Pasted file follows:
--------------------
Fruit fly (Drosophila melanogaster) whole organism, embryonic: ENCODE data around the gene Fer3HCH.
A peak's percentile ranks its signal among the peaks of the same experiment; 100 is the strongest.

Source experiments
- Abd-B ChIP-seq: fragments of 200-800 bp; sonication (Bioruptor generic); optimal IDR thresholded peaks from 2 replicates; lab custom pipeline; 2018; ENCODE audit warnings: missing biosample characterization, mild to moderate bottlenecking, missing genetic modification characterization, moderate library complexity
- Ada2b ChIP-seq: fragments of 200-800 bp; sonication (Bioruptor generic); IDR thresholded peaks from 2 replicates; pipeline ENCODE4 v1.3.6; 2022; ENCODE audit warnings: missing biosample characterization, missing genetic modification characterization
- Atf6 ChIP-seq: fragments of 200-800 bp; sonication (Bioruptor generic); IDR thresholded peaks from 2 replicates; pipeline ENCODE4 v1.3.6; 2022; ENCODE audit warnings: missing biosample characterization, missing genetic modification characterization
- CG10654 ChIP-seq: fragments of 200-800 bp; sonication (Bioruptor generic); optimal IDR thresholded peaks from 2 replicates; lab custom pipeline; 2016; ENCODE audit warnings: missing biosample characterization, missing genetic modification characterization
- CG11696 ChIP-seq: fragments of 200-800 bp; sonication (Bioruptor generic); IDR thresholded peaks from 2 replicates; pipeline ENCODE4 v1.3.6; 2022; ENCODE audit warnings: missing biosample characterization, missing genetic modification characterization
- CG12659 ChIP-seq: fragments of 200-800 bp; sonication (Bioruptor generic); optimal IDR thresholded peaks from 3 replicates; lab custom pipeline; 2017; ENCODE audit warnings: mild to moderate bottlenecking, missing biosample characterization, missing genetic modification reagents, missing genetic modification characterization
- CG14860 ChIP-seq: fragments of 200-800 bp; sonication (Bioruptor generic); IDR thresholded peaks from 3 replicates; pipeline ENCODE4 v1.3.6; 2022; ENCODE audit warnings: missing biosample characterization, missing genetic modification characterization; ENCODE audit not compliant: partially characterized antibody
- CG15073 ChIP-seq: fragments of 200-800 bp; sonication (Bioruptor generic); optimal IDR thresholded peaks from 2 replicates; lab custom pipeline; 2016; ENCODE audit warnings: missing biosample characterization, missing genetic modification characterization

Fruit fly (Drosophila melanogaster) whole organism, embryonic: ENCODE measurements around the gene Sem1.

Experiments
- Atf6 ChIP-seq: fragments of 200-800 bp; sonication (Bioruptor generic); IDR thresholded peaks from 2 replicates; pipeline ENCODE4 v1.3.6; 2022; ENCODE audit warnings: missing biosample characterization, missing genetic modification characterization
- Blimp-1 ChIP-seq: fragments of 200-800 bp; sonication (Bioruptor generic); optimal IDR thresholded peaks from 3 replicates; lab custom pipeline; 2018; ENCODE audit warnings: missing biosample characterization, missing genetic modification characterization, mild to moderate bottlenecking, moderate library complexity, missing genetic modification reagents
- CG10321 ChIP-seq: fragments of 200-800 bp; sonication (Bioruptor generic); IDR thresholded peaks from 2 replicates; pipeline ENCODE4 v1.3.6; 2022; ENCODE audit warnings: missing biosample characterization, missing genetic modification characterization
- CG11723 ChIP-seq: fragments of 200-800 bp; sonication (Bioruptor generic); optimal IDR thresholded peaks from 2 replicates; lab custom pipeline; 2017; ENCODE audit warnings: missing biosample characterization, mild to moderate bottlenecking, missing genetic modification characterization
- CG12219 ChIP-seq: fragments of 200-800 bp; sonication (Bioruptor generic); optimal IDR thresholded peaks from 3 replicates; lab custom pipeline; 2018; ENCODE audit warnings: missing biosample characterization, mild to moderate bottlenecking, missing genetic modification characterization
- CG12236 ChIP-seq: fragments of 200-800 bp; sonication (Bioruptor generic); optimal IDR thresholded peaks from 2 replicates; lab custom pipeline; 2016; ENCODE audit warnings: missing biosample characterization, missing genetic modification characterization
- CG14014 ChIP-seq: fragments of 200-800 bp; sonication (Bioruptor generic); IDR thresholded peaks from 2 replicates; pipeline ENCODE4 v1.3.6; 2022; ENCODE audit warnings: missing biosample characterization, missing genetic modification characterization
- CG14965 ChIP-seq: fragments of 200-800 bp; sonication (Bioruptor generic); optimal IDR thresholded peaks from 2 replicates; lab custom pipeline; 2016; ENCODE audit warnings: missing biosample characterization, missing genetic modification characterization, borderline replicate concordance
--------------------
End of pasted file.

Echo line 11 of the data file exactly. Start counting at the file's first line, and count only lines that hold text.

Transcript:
- CG15073 ChIP-seq: fragments of 200-800 bp; sonication (Bioruptor generic); optimal IDR thresholded peaks from 2 replicates; lab custom pipeline; 2016; ENCODE audit warnings: missing biosample characterization, missing genetic modification characterization